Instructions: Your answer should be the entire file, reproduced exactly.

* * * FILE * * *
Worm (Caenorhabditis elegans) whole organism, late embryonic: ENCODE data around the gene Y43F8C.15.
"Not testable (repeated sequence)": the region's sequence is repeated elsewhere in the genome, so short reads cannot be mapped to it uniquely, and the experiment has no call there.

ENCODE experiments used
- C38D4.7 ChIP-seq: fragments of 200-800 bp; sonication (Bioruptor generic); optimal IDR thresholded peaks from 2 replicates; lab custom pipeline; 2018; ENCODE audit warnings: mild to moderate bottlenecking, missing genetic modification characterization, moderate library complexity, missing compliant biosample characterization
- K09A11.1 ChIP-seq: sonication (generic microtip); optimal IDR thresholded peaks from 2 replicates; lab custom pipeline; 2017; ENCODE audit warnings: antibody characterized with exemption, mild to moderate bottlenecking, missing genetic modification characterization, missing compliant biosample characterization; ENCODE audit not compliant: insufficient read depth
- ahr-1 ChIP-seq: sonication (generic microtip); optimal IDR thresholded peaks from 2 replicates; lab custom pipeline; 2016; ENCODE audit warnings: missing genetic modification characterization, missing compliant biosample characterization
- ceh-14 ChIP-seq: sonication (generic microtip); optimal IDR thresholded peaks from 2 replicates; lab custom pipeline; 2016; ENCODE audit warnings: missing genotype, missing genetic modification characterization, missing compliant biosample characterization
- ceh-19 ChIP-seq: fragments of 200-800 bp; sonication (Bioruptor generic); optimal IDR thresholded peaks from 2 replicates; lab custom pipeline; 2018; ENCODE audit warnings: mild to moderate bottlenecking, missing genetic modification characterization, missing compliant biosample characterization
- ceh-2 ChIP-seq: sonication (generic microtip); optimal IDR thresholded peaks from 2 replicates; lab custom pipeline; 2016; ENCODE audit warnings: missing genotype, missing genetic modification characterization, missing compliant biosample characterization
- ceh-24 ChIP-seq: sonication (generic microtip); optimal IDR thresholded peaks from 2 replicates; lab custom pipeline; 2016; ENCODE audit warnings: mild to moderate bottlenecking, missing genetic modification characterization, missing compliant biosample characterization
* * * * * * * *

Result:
Worm (Caenorhabditis elegans) whole organism, late embryonic: ENCODE data around the gene Y43F8C.15.
"Not testable (repeated sequence)": the region's sequence is repeated elsewhere in the genome, so short reads cannot be mapped to it uniquely, and the experiment has no call there.

ENCODE experiments used
- C38D4.7 ChIP-seq: fragments of 200-800 bp; sonication (Bioruptor generic); optimal IDR thresholded peaks from 2 replicates; lab custom pipeline; 2018; ENCODE audit warnings: mild to moderate bottlenecking, missing genetic modification characterization, moderate library complexity, missing compliant biosample characterization
- K09A11.1 ChIP-seq: sonication (generic microtip); optimal IDR thresholded peaks from 2 replicates; lab custom pipeline; 2017; ENCODE audit warnings: antibody characterized with exemption, mild to moderate bottlenecking, missing genetic modification characterization, missing compliant biosample characterization; ENCODE audit not compliant: insufficient read depth
- ahr-1 ChIP-seq: sonication (generic microtip); optimal IDR thresholded peaks from 2 replicates; lab custom pipeline; 2016; ENCODE audit warnings: missing genetic modification characterization, missing compliant biosample characterization
- ceh-14 ChIP-seq: sonication (generic microtip); optimal IDR thresholded peaks from 2 replicates; lab custom pipeline; 2016; ENCODE audit warnings: missing genotype, missing genetic modification characterization, missing compliant biosample characterization
- ceh-19 ChIP-seq: fragments of 200-800 bp; sonication (Bioruptor generic); optimal IDR thresholded peaks from 2 replicates; lab custom pipeline; 2018; ENCODE audit warnings: mild to moderate bottlenecking, missing genetic modification characterization, missing compliant biosample characterization
- ceh-2 ChIP-seq: sonication (generic microtip); optimal IDR thresholded peaks from 2 replicates; lab custom pipeline; 2016; ENCODE audit warnings: missing genotype, missing genetic modification characterization, missing compliant biosample characterization
- ceh-24 ChIP-seq: sonication (generic microtip); optimal IDR thresholded peaks from 2 replicates; lab custom pipeline; 2016; ENCODE audit warnings: mild to moderate bottlenecking, missing genetic modification characterization, missing compliant biosample characterization